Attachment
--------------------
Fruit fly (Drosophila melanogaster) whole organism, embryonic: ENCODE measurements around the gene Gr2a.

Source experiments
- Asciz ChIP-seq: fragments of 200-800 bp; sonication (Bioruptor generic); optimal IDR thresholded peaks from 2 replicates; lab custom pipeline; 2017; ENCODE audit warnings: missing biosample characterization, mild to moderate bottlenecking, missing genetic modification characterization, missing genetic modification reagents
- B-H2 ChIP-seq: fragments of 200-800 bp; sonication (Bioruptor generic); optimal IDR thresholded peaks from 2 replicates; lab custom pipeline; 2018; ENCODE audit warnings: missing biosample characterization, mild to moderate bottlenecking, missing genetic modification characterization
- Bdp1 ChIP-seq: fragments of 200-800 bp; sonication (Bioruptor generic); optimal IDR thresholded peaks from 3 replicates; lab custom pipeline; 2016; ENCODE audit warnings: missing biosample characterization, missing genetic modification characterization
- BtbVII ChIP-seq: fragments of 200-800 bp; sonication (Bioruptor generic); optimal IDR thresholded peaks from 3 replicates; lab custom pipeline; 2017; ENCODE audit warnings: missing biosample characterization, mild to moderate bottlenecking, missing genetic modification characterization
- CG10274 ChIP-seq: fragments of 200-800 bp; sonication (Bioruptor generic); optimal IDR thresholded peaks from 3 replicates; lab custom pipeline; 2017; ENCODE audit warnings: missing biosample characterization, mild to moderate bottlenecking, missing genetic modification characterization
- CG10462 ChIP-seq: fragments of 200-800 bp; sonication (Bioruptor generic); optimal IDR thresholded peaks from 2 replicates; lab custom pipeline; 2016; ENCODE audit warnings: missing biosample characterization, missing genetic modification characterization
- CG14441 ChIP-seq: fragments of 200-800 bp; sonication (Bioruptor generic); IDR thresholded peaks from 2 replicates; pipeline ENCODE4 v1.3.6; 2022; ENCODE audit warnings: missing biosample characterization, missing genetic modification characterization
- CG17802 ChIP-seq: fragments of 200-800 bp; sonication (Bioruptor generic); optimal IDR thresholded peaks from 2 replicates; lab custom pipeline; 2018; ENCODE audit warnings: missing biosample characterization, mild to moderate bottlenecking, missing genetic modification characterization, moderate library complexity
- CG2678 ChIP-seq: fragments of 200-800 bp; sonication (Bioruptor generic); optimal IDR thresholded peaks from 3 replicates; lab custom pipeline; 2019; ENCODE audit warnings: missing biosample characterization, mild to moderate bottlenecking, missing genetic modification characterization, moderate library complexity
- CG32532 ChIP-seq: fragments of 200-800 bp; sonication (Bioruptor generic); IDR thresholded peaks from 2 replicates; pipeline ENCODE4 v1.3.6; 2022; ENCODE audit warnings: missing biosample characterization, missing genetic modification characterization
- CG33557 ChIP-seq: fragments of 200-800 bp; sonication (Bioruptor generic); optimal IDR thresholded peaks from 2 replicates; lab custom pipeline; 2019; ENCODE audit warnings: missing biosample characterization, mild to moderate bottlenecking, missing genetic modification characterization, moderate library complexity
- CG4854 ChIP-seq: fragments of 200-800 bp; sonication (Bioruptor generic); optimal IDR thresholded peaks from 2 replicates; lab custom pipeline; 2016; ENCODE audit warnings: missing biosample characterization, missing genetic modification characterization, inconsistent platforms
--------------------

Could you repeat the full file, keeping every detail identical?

Fruit fly (Drosophila melanogaster) whole organism, embryonic: ENCODE measurements around the gene Gr2a.

Source experiments
- Asciz ChIP-seq: fragments of 200-800 bp; sonication (Bioruptor generic); optimal IDR thresholded peaks from 2 replicates; lab custom pipeline; 2017; ENCODE audit warnings: missing biosample characterization, mild to moderate bottlenecking, missing genetic modification characterization, missing genetic modification reagents
- B-H2 ChIP-seq: fragments of 200-800 bp; sonication (Bioruptor generic); optimal IDR thresholded peaks from 2 replicates; lab custom pipeline; 2018; ENCODE audit warnings: missing biosample characterization, mild to moderate bottlenecking, missing genetic modification characterization
- Bdp1 ChIP-seq: fragments of 200-800 bp; sonication (Bioruptor generic); optimal IDR thresholded peaks from 3 replicates; lab custom pipeline; 2016; ENCODE audit warnings: missing biosample characterization, missing genetic modification characterization
- BtbVII ChIP-seq: fragments of 200-800 bp; sonication (Bioruptor generic); optimal IDR thresholded peaks from 3 replicates; lab custom pipeline; 2017; ENCODE audit warnings: missing biosample characterization, mild to moderate bottlenecking, missing genetic modification characterization
- CG10274 ChIP-seq: fragments of 200-800 bp; sonication (Bioruptor generic); optimal IDR thresholded peaks from 3 replicates; lab custom pipeline; 2017; ENCODE audit warnings: missing biosample characterization, mild to moderate bottlenecking, missing genetic modification characterization
- CG10462 ChIP-seq: fragments of 200-800 bp; sonication (Bioruptor generic); optimal IDR thresholded peaks from 2 replicates; lab custom pipeline; 2016; ENCODE audit warnings: missing biosample characterization, missing genetic modification characterization
- CG14441 ChIP-seq: fragments of 200-800 bp; sonication (Bioruptor generic); IDR thresholded peaks from 2 replicates; pipeline ENCODE4 v1.3.6; 2022; ENCODE audit warnings: missing biosample characterization, missing genetic modification characterization
- CG17802 ChIP-seq: fragments of 200-800 bp; sonication (Bioruptor generic); optimal IDR thresholded peaks from 2 replicates; lab custom pipeline; 2018; ENCODE audit warnings: missing biosample characterization, mild to moderate bottlenecking, missing genetic modification characterization, moderate library complexity
- CG2678 ChIP-seq: fragments of 200-800 bp; sonication (Bioruptor generic); optimal IDR thresholded peaks from 3 replicates; lab custom pipeline; 2019; ENCODE audit warnings: missing biosample characterization, mild to moderate bottlenecking, missing genetic modification characterization, moderate library complexity
- CG32532 ChIP-seq: fragments of 200-800 bp; sonication (Bioruptor generic); IDR thresholded peaks from 2 replicates; pipeline ENCODE4 v1.3.6; 2022; ENCODE audit warnings: missing biosample characterization, missing genetic modification characterization
- CG33557 ChIP-seq: fragments of 200-800 bp; sonication (Bioruptor generic); optimal IDR thresholded peaks from 2 replicates; lab custom pipeline; 2019; ENCODE audit warnings: missing biosample characterization, mild to moderate bottlenecking, missing genetic modification characterization, moderate library complexity
- CG4854 ChIP-seq: fragments of 200-800 bp; sonication (Bioruptor generic); optimal IDR thresholded peaks from 2 replicates; lab custom pipeline; 2016; ENCODE audit warnings: missing biosample characterization, missing genetic modification characterization, inconsistent platforms